4. Choices and options, visit to the residence etc.
As long as your home is being built, you will usually choose materials in the form of wallpaper, tiles, kitchen shutters and more. You often also visit a viewing apartment where you can see the materials in place, and when it comes to approaching, you usually also visit your own home to measure and the like.

5. Inspection

A few weeks before occupation, an independent inspector will check your home. Then it’s good if you’re in to see you have all your options in place, etc.

6. Grant Agreements

When the association’s financial plan is approved and registered and all permits are in place, the broker calls you to sign under the tenancy agreement. Then you will also receive information about the final payment, which will usually be paid no later than a few days before the date of access.

New Home Final

7. Final Inspection

Any month or two before occupancy is the time for final inspection. A quality manager participates in order to approve the entire contract, according to the Planning and Building Act.

8. Occupancy

Last time to move in!

9. Warranty Inspection

Warranty inspection takes place 2 years after approved final inspection. Any warranties that arise during the warranty period are noted and remedied. After this warranty period, the building itself is covered by a construction fuse insurance that applies for another 8 years after the warranty inspection has been completed.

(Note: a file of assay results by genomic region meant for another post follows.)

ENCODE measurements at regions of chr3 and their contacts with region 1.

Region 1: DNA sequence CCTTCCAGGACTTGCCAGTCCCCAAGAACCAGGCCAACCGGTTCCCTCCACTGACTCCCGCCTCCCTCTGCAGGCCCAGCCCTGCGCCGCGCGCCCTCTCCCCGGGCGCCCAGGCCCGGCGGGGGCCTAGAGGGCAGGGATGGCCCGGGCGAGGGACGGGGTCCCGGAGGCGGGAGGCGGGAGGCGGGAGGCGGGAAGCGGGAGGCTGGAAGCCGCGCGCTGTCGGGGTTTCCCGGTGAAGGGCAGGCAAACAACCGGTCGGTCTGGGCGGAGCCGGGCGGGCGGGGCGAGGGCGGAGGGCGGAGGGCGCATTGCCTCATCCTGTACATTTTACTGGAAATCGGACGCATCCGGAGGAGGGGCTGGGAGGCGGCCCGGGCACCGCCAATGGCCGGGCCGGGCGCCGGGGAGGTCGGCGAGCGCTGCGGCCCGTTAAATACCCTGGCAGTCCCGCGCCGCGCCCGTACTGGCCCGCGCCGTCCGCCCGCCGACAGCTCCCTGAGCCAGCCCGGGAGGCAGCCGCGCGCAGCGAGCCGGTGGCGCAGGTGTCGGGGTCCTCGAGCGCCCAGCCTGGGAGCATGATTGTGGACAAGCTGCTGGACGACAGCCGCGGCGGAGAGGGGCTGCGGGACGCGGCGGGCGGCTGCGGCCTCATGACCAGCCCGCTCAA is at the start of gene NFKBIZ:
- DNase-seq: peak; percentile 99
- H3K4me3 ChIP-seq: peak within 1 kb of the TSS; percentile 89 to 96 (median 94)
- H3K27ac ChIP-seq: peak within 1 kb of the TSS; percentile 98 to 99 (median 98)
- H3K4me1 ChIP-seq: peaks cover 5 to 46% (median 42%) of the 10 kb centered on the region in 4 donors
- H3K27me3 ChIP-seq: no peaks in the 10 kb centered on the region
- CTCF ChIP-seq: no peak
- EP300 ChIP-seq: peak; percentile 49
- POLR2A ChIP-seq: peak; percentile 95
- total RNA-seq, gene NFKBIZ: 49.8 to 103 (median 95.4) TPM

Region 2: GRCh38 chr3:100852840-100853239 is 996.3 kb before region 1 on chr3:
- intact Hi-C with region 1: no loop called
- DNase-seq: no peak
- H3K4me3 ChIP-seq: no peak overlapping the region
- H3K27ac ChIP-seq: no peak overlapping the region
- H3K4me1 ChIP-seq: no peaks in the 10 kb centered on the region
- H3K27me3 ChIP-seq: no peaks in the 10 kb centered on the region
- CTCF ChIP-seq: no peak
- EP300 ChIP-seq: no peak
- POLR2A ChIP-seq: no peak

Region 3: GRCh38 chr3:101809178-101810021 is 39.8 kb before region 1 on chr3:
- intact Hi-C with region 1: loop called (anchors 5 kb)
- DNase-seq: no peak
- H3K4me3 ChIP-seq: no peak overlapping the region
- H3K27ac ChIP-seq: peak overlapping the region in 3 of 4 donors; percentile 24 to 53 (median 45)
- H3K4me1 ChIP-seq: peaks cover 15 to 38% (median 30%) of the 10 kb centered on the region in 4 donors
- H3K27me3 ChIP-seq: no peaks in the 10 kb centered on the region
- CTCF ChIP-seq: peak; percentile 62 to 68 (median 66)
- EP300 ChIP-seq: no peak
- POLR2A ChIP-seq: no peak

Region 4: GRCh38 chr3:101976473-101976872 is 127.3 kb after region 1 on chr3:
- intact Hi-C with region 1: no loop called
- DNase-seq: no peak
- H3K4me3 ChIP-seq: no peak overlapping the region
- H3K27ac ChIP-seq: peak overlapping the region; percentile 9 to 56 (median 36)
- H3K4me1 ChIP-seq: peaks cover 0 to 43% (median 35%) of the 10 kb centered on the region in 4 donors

If those living in your house formed a housing association and were offered to buy the property, would you like to buy your apartment? This question was asked for approximately 1,000 members of the Tenant Association.

Answers vary with age. Half of those who are 35 years or younger would like to buy their apartment, but only seventh senior citizens. It also depends on where you live.

If you are one of these people and are in need of a home in Regina, then give Search Regina MLS Listings to find you your dream home.

Metropolitan people are more positive than those in smaller towns. Those who rent private wards are more incubator than those living in municipal housing companies.

The issue is becoming more and more current. Only in the metropolitan areas, over 52,000 tenants have been homeowners in the 21st century and many new transformations are under way.